September 3, 2014 Edition

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  1. Philippines jumps 7 notches in global competitiveness index

    The Philippines increased its level of competitiveness according to the 2014 Global Competitiveness Report released by the World Economic Forum on Wednesday, September 3. The country jumped 7 notches higher to place 52nd out of 144 economies, versus 59th in 2013. Since 2010, when the Aquino administration took office, the country has gained 33 places in the prestigious rankings which measures economies’ macroeconomic environment, financial market development, and innovation among other factors for competitiveness.

    Read the full story on Rappler.

  2. Government probes group behind foiled airport bomb plot

    The National Bureau of Investigation (NBI) is conducting an investigation into the members of the group behind a foiled car bomb attempt at the Ninoy Aquino International Airport (NAIA). Justice Secretary Leila de Lima said on Tuesday, September 2 the DOJ is mulling the filing of terrorism charges against the 3 suspects who were arrested on Monday, September 1. Aside from the NAIA plot, the group had reportedly planned to strafe the Chinese Embassy and the building of real estate developer DMCI, both in Makati; and to plant Improvised Incendiary Devices (IIDs) at the SM Mall of Asia.

    Read the full story on Rappler.

  3. ‘Islamic State’ fighters murder second US reporter

    Screengrab from YouTube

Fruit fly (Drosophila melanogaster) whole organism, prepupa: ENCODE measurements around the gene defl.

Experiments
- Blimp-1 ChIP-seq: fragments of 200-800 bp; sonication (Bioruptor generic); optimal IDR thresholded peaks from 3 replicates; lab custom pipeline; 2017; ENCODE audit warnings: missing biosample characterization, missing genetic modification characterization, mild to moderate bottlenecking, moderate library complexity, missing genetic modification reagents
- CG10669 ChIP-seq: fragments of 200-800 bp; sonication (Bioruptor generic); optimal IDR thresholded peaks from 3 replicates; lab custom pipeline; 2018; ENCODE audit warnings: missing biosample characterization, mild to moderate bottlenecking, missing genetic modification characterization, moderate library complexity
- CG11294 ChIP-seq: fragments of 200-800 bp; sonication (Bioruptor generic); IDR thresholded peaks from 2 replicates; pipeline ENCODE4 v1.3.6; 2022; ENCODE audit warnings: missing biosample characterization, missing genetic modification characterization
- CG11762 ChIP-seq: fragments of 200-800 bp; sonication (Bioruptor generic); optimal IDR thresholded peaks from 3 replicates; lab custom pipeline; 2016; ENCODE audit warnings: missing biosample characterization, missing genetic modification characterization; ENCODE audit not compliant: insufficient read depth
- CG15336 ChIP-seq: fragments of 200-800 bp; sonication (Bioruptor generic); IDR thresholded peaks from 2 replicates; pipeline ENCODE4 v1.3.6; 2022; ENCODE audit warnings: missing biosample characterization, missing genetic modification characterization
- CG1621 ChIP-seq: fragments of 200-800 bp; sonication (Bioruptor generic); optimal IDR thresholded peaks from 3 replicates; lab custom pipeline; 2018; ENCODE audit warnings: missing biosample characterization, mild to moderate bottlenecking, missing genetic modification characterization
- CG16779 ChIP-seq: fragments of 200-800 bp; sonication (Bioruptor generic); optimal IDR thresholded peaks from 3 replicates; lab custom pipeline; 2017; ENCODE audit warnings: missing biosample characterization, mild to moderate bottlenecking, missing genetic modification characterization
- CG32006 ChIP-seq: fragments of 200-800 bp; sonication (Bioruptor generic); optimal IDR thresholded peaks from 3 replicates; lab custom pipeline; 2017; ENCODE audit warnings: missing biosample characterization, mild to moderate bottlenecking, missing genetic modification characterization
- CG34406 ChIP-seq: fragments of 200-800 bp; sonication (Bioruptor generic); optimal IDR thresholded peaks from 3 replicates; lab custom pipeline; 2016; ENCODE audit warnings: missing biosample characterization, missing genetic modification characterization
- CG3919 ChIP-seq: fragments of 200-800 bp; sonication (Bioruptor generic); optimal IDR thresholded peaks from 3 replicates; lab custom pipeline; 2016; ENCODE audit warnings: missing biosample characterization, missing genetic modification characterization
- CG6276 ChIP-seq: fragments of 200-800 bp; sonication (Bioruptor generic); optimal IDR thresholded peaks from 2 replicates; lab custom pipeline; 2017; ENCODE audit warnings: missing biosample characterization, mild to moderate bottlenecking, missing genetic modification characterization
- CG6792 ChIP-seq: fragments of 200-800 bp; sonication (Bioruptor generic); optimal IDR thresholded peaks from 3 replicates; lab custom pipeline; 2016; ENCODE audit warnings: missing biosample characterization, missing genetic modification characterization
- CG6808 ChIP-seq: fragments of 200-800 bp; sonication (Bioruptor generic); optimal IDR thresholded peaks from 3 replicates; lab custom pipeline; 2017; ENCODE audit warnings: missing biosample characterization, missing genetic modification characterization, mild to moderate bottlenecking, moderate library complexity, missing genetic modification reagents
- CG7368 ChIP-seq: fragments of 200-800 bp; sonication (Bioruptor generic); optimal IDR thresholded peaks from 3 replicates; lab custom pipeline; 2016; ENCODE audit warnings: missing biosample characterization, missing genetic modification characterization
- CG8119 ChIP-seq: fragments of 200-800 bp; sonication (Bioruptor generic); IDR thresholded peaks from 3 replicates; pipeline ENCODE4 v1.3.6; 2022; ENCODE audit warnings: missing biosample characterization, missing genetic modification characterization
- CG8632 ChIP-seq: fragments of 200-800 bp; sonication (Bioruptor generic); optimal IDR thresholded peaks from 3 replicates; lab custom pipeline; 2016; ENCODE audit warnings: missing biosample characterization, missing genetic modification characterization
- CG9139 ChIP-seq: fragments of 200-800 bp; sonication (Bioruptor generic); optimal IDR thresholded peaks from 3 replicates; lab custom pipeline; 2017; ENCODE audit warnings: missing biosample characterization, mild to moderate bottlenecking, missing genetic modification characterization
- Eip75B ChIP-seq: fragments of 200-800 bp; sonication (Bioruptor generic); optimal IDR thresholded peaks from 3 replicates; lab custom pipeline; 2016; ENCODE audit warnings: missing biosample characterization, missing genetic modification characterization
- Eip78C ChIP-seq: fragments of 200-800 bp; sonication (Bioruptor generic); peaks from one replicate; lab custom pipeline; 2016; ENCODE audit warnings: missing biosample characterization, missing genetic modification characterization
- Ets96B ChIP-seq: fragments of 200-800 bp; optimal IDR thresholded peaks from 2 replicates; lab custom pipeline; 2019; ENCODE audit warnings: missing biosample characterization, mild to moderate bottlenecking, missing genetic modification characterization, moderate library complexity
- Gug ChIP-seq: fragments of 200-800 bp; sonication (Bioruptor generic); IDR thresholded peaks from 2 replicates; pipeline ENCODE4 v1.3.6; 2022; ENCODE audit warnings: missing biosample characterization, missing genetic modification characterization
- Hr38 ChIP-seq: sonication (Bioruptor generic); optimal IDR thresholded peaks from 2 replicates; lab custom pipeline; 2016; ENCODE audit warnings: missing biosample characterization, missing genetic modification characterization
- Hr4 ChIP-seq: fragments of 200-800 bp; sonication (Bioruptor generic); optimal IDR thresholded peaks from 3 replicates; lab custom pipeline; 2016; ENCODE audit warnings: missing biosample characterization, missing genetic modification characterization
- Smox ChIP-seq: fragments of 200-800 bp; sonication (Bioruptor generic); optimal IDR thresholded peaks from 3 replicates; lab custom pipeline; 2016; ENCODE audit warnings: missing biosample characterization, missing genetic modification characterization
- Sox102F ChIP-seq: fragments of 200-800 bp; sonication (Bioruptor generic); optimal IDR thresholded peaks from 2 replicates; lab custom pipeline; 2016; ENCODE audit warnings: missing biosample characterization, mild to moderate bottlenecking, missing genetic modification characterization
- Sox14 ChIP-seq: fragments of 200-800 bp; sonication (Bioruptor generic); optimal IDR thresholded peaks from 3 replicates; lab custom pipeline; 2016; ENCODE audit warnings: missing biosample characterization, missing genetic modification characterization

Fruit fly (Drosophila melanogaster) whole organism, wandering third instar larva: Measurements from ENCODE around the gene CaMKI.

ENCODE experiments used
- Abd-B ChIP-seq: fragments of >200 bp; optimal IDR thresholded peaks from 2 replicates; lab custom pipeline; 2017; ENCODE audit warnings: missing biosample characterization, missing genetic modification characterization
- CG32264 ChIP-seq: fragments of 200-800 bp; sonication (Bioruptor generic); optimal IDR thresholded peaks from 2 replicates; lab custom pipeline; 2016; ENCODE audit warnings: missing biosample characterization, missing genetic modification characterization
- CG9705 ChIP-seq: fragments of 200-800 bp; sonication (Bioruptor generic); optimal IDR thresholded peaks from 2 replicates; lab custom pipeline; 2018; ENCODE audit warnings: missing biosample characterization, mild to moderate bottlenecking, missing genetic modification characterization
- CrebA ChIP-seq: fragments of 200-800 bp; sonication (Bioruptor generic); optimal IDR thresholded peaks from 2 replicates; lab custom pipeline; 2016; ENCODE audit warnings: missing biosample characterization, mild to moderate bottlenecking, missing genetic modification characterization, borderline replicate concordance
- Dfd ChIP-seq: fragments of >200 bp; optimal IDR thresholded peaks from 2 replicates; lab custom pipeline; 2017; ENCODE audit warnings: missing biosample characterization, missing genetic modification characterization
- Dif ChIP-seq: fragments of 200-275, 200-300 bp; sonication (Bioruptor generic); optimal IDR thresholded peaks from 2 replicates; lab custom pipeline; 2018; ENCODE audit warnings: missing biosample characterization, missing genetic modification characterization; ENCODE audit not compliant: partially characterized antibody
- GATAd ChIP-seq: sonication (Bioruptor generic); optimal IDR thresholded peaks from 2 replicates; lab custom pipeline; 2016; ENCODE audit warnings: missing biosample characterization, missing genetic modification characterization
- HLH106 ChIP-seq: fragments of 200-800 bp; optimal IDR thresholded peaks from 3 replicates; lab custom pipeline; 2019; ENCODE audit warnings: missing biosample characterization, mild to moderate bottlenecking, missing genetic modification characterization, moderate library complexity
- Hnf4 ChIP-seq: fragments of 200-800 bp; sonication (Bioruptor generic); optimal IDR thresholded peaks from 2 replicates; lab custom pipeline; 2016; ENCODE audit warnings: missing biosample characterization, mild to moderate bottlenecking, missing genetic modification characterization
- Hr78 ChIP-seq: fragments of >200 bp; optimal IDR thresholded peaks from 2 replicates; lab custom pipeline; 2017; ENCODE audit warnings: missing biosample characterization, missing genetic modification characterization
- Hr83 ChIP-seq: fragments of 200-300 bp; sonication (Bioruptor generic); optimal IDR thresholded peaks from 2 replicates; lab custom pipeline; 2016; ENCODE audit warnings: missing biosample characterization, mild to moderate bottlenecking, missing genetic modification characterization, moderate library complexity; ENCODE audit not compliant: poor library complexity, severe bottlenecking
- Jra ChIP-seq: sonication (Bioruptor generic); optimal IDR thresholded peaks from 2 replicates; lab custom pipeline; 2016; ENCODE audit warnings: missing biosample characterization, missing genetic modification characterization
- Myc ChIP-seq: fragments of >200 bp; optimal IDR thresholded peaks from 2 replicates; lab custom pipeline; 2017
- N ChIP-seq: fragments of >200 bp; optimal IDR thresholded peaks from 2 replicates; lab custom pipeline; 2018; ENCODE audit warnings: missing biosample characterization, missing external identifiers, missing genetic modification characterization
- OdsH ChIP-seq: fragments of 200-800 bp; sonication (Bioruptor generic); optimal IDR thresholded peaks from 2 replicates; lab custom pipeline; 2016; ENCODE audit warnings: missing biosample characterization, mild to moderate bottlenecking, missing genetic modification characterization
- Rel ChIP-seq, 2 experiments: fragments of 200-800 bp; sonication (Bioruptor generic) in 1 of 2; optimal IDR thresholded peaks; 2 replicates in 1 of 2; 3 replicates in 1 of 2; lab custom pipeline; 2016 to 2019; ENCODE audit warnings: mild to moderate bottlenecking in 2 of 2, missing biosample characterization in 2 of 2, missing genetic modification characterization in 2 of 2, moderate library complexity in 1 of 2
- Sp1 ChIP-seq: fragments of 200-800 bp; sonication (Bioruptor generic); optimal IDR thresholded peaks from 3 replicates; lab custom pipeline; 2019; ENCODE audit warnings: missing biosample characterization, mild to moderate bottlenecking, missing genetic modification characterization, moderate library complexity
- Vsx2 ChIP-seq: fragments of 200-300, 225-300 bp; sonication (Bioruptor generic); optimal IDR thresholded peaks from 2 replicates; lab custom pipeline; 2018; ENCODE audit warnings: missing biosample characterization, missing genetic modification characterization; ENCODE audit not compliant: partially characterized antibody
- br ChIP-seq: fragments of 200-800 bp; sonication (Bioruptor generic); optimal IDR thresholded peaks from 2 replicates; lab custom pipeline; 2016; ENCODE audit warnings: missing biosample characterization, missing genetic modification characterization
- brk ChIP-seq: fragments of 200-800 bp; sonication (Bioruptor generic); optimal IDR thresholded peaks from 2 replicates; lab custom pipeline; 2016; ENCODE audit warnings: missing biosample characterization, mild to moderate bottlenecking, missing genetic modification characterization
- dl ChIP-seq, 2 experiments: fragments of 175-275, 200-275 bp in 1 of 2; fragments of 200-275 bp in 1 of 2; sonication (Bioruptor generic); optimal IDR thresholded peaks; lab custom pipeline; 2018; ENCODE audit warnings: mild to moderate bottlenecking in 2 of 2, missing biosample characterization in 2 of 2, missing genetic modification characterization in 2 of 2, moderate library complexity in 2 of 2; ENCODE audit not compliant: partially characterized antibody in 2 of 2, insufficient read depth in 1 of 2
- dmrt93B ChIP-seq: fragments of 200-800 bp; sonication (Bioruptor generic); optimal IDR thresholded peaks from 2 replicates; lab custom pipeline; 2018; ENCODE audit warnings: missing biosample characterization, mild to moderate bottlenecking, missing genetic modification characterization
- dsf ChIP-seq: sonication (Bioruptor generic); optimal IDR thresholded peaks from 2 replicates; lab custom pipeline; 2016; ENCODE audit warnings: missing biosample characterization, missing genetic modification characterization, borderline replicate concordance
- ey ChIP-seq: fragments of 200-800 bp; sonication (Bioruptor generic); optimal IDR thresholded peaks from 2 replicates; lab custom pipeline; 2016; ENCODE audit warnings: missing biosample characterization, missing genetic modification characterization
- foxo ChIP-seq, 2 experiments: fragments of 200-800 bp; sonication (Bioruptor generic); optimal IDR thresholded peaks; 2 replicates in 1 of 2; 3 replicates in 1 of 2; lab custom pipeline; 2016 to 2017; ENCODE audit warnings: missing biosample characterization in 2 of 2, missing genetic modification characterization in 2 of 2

Militants of the ‘Islamic State’ group have murdered a second American reporter and released a video of the murder on Tuesday, September 2. The video, which shows a masked militant with a British accent cutting the throat of a captive, was discovered only by the SITE terrorism monitoring group. The victim, 31-year-old reporter, Steven Sotloff was the same person seen in a previous beheading video of journalist James Foley last month. The militant who carried out the execution addressed US President Barack Obama and criticized US foreign policy towards the Islamic State (IS). Obama has vowed the US to act relentlessly against the IS but admitted it did not yet have a strategy to deal with the group.

    Read the full story on Rappler.

  4. World ‘losing battle’ to contain the Ebola virus – MSF

    International medical agency Medecins sans Frontieres (MSF) said Tuesday, September 2 the world was “losing the battle” to contain Ebola as the United Nations warned of severe food shortages in the hardest-hit countries. MSF told a UN briefing in New York that world leaders were failing to address the epidemic and called for an urgent global biological disaster response to get aid and personnel to west Africa. The agency is calling on the international community to fund more beds for a regional network of field hospitals, dispatch trained personnel and deploy mobile laboratories across Guinea, Sierra Leone and Liberia.

    Read the full story on Rappler.

  5. SC junks Comelec limits on political ad airtime

    The Supreme Court (SC) removed limits set by the Commission on Elections (Comelec) on the total amount of airtime a candidate for public office may purchase from television stations to run political ads. Candidates for national office can now again place 120 minutes of airtime per television station and 180 minutes per radio station during the campaign, instead of just 120 minutes for all TV stations and 180 for all radio stations, as preferred by Comelec. The SC also struck down a requirement for candidates to seek permission from the Commission before guesting on TV and radio shows. The high court said the Comelec rules were arbitrary and violated the freedom of speech.

    Read the full story on Rappler.

  6. Hong Kong pro-democracy group admits goal is ‘unrealistic’